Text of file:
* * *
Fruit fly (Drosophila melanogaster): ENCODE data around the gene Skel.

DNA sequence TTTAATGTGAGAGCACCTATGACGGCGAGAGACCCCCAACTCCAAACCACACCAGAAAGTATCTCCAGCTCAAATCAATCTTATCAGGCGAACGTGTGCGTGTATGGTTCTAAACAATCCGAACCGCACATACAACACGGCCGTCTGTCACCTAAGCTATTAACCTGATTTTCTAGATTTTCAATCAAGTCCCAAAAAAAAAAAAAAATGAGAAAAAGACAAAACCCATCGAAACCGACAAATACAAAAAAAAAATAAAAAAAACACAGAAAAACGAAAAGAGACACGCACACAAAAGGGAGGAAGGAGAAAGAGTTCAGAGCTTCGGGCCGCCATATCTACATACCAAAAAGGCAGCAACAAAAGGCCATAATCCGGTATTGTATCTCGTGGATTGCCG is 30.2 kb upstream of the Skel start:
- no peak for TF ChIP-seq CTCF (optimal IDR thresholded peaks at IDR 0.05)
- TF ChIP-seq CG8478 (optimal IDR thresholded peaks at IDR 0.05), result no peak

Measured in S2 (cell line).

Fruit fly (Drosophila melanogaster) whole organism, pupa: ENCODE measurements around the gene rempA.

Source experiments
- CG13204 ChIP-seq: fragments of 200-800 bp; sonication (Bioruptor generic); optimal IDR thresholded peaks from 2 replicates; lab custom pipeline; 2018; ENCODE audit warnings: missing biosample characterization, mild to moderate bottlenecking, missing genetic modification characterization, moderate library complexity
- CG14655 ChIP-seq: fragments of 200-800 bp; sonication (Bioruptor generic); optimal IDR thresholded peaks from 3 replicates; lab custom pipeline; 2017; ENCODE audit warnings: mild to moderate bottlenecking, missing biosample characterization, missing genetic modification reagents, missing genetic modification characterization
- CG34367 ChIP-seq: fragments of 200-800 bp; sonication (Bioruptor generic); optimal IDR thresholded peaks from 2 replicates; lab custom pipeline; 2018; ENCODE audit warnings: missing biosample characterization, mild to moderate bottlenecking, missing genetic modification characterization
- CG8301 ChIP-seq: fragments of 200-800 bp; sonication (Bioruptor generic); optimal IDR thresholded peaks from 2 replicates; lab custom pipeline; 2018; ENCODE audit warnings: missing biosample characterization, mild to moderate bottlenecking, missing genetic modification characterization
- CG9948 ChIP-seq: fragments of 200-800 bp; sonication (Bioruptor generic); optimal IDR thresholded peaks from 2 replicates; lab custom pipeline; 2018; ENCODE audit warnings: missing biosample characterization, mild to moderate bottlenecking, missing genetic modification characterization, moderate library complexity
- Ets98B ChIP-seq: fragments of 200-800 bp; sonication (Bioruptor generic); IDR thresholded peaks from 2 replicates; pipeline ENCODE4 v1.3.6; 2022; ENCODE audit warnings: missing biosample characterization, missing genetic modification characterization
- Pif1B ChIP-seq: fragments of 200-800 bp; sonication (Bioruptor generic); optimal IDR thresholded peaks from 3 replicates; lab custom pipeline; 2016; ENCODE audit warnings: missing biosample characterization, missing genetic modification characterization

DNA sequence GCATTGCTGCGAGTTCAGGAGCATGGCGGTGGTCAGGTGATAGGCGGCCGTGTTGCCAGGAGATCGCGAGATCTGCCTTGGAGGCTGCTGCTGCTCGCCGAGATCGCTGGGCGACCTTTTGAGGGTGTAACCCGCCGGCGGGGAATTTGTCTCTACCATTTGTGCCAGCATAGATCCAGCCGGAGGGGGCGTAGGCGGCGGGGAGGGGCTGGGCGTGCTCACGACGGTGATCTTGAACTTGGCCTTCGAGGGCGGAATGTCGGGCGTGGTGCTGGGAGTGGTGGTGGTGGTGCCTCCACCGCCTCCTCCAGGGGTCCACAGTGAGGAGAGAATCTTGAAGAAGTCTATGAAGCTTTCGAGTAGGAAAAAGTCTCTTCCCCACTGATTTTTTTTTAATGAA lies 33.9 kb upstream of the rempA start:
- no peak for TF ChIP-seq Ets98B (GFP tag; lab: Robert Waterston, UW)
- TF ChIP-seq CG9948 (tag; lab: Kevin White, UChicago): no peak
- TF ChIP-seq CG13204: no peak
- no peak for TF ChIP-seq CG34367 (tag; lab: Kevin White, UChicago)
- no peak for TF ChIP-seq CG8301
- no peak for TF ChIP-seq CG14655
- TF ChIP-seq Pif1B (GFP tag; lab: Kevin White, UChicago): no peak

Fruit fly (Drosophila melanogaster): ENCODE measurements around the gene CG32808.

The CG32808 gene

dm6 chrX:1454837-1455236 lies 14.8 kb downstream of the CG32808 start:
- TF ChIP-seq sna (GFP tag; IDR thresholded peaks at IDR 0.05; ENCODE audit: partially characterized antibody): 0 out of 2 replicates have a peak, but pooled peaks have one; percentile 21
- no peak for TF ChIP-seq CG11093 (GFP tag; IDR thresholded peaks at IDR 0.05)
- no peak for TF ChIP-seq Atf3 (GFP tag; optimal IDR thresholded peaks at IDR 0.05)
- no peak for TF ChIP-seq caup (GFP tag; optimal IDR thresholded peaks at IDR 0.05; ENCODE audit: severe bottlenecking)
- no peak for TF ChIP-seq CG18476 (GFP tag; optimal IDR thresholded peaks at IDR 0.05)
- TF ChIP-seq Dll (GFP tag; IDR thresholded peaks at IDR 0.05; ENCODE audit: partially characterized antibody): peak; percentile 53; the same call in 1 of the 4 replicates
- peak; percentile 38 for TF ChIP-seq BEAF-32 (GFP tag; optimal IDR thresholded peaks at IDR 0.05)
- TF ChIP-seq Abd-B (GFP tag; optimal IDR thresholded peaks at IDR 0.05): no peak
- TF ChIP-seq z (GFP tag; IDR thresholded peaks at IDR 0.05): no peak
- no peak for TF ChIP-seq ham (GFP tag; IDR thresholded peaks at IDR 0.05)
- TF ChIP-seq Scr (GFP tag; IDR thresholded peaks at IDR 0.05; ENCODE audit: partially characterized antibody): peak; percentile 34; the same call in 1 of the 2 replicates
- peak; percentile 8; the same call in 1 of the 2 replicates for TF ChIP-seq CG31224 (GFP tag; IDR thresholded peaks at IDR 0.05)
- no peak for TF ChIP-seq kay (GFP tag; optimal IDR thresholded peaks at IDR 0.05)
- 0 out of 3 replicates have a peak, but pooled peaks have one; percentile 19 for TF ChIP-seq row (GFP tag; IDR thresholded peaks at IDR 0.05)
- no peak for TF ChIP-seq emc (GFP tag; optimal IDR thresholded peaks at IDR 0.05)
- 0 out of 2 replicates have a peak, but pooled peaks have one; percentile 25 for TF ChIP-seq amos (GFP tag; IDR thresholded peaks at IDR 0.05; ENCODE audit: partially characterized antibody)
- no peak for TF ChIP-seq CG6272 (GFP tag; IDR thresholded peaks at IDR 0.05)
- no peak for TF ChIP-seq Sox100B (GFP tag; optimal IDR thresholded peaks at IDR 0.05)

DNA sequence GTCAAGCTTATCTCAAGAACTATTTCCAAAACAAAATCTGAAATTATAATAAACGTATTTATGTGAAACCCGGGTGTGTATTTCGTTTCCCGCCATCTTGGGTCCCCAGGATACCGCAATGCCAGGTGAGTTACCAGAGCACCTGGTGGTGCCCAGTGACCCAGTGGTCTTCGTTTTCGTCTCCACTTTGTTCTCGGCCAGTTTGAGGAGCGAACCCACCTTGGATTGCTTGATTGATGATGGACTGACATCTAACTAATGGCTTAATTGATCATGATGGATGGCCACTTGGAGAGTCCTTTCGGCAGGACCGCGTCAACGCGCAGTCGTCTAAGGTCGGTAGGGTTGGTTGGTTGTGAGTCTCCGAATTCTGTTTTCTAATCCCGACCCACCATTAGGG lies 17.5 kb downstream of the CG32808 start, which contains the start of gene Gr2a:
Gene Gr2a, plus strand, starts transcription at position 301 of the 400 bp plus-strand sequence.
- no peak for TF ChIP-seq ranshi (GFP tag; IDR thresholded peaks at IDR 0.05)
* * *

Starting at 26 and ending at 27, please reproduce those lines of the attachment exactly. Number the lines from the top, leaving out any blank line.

- TF ChIP-seq sna (GFP tag; IDR thresholded peaks at IDR 0.05; ENCODE audit: partially characterized antibody): 0 out of 2 replicates have a peak, but pooled peaks have one; percentile 21
- no peak for TF ChIP-seq CG11093 (GFP tag; IDR thresholded peaks at IDR 0.05)